For Hawaii Pacific Health, the completed merger of the four hospitals gave the organization more resources, and an incentive to standardize its facilities, according to vice president for design and construction Warren Chaiko. “As a merged entity we’re in a stronger position to engage in an aggressive capital expansion program. The combined growth and stability of our four hospitals has allowed our organization to access financing and generate the revenue needed to keep pace with these investments,” he says.

To reduce future expenses and generate revenues, some hospitals are choosing to own land and collect lease rents from developers. According to Whang, “One thing we learned is not to put money into bricks and mortar. We’ll have others build the structures, so we don’t have the expenses of renovation or repair in the future. For us, the solution (to generating more income) will be to own land and lease it.” North Hawaii Community Hospital is taking the same tack with its five-year plan to build medical offices, says Berry, “Our preference is really to work with a developer. We’d probably do a land lease to either physicians or a physician developer and let them actually build the offices.”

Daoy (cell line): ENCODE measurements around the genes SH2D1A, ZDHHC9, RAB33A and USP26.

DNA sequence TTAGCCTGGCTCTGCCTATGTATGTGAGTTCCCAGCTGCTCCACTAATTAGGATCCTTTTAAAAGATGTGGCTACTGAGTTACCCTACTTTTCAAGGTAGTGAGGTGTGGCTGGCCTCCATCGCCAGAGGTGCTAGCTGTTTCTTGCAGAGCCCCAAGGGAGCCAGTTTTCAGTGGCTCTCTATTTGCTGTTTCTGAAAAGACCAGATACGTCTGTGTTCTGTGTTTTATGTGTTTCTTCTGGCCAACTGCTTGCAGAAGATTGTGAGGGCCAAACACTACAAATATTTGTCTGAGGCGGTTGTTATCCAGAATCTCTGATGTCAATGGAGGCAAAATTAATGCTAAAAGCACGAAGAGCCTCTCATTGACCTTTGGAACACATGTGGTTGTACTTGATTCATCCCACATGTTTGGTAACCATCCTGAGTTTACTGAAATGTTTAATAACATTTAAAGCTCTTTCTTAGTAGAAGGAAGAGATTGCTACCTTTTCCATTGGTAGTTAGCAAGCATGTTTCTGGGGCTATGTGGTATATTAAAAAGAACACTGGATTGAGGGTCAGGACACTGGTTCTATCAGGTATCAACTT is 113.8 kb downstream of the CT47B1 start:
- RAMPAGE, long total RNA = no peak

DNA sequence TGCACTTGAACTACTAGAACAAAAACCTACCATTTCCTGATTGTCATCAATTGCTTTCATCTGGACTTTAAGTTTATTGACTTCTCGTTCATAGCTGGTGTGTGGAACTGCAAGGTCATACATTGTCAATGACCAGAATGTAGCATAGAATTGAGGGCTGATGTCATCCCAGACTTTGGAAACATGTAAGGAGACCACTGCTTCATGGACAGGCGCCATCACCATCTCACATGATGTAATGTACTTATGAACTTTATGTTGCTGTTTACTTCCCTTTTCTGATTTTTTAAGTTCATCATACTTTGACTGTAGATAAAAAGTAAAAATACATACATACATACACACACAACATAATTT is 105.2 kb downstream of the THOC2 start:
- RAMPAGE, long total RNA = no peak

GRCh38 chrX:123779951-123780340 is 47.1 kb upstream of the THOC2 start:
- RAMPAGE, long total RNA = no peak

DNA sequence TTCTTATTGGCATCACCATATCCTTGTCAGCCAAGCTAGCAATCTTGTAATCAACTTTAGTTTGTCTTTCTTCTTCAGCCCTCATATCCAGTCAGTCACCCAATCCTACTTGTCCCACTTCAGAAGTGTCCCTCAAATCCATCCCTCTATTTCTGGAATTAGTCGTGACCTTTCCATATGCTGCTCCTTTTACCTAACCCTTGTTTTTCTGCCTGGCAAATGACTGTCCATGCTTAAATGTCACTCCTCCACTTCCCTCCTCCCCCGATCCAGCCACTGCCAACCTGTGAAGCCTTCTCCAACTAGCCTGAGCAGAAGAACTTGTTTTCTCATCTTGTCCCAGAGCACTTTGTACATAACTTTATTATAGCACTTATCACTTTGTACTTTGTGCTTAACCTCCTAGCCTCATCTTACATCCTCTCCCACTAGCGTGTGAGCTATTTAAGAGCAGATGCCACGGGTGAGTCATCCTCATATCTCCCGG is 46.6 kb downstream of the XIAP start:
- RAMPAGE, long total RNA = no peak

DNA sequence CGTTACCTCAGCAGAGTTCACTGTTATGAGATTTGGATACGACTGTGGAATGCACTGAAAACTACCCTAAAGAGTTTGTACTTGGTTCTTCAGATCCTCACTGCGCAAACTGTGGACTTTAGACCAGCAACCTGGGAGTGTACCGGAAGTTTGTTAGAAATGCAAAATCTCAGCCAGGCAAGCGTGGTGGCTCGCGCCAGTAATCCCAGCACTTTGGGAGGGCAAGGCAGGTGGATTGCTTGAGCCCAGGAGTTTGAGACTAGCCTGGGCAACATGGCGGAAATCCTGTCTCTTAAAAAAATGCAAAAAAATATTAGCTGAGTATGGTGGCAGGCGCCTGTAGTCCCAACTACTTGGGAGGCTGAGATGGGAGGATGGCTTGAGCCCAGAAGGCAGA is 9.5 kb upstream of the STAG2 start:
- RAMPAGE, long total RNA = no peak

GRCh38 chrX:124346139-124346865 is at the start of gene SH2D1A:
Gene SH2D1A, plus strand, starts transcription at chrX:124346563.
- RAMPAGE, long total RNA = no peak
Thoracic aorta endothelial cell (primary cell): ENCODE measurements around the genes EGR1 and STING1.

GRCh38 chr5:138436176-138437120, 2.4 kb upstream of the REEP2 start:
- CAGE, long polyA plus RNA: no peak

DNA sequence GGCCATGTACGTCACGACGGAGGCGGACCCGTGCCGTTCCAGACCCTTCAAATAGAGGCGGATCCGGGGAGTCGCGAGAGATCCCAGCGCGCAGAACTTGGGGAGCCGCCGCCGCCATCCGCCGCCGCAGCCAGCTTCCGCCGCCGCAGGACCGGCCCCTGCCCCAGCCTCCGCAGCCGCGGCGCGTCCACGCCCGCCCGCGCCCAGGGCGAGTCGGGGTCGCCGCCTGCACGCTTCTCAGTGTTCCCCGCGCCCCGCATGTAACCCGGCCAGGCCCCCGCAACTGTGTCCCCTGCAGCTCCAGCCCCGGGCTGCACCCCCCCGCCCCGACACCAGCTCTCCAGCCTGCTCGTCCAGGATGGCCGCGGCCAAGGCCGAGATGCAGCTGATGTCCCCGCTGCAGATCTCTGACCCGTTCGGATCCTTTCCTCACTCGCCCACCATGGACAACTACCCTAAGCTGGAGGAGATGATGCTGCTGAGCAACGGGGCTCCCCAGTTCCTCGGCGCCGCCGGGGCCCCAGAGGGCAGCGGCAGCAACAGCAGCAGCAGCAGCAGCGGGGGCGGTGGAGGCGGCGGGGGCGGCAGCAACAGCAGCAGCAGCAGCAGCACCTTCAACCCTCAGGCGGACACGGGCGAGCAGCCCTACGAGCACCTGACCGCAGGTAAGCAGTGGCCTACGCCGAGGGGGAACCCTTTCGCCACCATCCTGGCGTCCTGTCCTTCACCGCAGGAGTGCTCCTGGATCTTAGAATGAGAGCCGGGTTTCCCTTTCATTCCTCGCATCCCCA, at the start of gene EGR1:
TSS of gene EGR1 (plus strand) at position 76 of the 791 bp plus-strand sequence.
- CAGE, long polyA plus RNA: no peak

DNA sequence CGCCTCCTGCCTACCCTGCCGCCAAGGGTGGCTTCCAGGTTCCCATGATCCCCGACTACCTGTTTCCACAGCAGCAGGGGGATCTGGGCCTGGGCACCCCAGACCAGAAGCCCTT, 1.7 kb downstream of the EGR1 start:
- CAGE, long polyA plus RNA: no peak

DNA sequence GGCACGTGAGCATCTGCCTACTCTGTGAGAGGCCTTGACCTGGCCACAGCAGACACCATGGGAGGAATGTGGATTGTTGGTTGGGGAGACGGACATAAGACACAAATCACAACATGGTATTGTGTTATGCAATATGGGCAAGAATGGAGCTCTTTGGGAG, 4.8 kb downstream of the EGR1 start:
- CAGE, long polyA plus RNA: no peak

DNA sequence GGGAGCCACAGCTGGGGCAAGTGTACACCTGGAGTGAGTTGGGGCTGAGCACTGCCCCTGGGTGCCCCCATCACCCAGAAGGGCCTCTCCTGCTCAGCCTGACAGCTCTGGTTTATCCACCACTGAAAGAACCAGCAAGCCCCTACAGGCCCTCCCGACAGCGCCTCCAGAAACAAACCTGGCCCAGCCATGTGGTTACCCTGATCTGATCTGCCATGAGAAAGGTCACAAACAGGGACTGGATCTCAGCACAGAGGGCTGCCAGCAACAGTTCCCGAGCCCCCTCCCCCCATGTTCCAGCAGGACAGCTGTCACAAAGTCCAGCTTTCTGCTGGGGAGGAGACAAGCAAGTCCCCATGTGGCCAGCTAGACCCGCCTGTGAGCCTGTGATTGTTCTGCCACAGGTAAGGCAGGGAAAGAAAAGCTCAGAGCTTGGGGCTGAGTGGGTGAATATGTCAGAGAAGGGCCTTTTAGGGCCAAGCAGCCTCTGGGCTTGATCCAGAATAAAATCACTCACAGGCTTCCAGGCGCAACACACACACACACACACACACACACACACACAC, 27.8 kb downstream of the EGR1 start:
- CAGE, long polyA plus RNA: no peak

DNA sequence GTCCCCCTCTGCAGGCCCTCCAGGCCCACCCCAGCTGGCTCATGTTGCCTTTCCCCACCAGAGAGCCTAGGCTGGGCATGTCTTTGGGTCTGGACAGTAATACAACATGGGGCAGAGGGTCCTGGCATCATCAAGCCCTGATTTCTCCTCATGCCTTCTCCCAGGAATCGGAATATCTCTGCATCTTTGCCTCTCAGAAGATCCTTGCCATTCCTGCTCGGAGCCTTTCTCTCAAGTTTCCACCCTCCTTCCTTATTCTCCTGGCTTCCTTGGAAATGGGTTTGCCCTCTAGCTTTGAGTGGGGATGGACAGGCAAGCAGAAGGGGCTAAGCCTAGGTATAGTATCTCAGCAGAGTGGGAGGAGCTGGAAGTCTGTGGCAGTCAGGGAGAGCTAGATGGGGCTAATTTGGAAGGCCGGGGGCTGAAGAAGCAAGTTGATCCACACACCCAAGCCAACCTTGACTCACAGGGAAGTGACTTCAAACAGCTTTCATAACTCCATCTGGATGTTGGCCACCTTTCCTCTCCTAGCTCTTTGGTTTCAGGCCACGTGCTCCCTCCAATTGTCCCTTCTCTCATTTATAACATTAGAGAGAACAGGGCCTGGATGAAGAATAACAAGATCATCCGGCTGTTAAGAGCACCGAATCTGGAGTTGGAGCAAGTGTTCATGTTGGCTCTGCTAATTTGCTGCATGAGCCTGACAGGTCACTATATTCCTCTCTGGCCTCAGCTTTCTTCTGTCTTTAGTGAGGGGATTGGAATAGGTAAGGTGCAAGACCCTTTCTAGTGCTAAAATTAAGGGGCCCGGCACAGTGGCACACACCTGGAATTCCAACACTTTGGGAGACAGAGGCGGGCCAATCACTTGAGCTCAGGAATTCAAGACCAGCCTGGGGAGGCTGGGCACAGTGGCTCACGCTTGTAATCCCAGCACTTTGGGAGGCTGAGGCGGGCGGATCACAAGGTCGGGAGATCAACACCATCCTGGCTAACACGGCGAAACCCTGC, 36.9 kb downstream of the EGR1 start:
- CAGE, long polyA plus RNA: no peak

Some critics have said that the focus on generating revenues will restrict access to care, particularly for the poor and uninsured. Hospital executives disagree, for two reasons: one, insurance companies determine reimbursements, which translates to revenues for hospitals, and two, capital improvements are financed over the long term. According to Suzuka of the Wahiawa-Central Oahu Health Center, “Medicine is the most highly regulated industry in the United States; it’s not like any other industry, where you set your price. Basically, in medicine, you have to live within the cost structure, so Pacific Health Center would not be paid any higher reimbursements than Queen’s or Kuakini or anybody else.”

With interest rates on tax-exempt bonds at less than 4 percent, not only is it easier to fund future projects, the expense of serving existing debt is reduced. Says Berry, “It shouldn’t affect the cost of services, because basically the financing that we’re acquiring pays back over a 30-year period. And because interest rates are so low, we’re able to refinance existing debt and acquire more debt so we have money for capital-investment purposes.”

In the long term, hospital executives say the improvements from construction will create efficiencies that will reduce costs and increase access to healthcare. According to Whang, “The critical point is efficiencies. Since we’re receiving a fixed amount (in Medicare and insurance reimbursements), by becoming more efficient, you hold on to more of your money, and deliver better patient care, which is the ultimate goal.”